The main role of B in steel is to increase the hardenability of steel, thereby saving other less expensive metals, and nickel, chromium, molybdenum and the like. For this purpose, the content is generally specified in the range of 0.001% to 0.005%. It can replace 1.6% nickel, 0.3% chromium or 0.2% molybdenum. Boron molybdenum should be noted that molybdenum can prevent or reduce temper brittleness, while boron has a slight tendency to promote temper brittleness, so it cannot be used. Boron completely replaces molybdenum.
Boron is added to the medium carbon carbon steel. Since the hardenability is improved, the properties of the steel with a thickness of 20 mm or more can be greatly improved after quenching and tempering. Therefore, 40B and 40MnB steel can be used instead of 40Cr, and 20CrMnTi carburized steel can be replaced by 20Mn2TiB steel. However, since the effect of boron decreases or even disappears with the increase of carbon content in the steel, in the selection of boron-containing carburized steel, it must be considered that after the carburization of the part, the hardenability of the carburized layer will be lower than that of the core. This feature of permeability.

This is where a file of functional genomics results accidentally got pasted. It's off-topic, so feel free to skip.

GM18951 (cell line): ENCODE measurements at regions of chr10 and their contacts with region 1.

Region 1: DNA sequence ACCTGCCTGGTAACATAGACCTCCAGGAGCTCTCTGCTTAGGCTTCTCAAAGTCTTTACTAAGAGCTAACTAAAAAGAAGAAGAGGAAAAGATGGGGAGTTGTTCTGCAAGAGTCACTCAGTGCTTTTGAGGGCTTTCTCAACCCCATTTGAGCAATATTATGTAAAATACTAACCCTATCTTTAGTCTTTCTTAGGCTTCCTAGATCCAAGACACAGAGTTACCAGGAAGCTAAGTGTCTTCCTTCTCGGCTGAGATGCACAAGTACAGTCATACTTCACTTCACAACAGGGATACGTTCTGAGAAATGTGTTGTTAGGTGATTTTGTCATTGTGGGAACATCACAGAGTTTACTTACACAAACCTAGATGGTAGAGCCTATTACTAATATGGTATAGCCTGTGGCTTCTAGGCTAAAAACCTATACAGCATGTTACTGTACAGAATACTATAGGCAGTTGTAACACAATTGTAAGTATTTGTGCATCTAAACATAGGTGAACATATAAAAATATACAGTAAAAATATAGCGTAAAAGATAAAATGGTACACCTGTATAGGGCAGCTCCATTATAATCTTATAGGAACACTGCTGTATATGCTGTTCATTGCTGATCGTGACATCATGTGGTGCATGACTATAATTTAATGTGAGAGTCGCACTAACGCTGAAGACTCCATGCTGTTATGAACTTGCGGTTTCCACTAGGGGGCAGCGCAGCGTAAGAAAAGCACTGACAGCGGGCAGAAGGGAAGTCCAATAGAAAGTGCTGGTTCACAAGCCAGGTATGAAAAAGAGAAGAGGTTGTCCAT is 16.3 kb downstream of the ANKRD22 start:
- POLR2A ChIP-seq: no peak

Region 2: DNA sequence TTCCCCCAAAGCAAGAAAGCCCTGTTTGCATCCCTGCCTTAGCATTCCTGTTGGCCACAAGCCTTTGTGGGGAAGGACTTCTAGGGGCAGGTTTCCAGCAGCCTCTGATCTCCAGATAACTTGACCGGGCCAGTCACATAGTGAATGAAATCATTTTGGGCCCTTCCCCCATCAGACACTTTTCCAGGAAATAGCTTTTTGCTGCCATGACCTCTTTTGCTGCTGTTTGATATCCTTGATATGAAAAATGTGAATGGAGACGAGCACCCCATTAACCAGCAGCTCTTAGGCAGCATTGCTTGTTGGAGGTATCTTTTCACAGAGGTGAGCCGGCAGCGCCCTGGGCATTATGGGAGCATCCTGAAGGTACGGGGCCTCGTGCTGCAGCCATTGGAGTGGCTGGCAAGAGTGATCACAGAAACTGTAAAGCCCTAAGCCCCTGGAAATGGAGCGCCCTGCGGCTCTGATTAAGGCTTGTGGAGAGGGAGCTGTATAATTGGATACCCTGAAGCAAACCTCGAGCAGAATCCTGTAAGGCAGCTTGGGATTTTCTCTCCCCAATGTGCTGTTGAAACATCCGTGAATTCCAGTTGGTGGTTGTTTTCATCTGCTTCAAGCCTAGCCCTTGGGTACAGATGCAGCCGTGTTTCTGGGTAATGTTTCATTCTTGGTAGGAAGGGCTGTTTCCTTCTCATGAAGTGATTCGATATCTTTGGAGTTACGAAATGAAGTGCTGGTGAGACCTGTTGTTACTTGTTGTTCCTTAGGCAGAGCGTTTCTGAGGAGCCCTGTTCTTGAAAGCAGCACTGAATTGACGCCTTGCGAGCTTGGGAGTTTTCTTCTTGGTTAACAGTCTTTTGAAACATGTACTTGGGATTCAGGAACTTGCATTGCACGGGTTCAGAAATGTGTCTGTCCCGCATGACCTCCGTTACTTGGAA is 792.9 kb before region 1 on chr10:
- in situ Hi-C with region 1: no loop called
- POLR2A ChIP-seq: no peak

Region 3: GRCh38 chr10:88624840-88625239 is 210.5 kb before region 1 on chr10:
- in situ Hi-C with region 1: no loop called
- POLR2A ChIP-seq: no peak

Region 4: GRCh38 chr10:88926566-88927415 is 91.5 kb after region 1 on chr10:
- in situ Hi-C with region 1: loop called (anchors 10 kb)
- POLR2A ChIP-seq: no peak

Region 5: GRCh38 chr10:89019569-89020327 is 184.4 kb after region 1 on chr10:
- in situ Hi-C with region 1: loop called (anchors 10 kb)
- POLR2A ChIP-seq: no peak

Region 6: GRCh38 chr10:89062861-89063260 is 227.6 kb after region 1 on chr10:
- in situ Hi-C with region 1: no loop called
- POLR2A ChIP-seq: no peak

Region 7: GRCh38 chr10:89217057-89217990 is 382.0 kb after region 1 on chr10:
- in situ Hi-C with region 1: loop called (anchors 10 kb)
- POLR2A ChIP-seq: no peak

Spring steel is generally required to be completely hardened, and usually the spring area is not large, and it is advantageous to use boron-containing steel. The effect of boron on high-silicon spring steel fluctuates greatly, which is inconvenient to adopt.
Boron has a strong affinity with nitrogen and oxygen. The addition of 0.007% boron to the boiling steel can eliminate the aging of steel.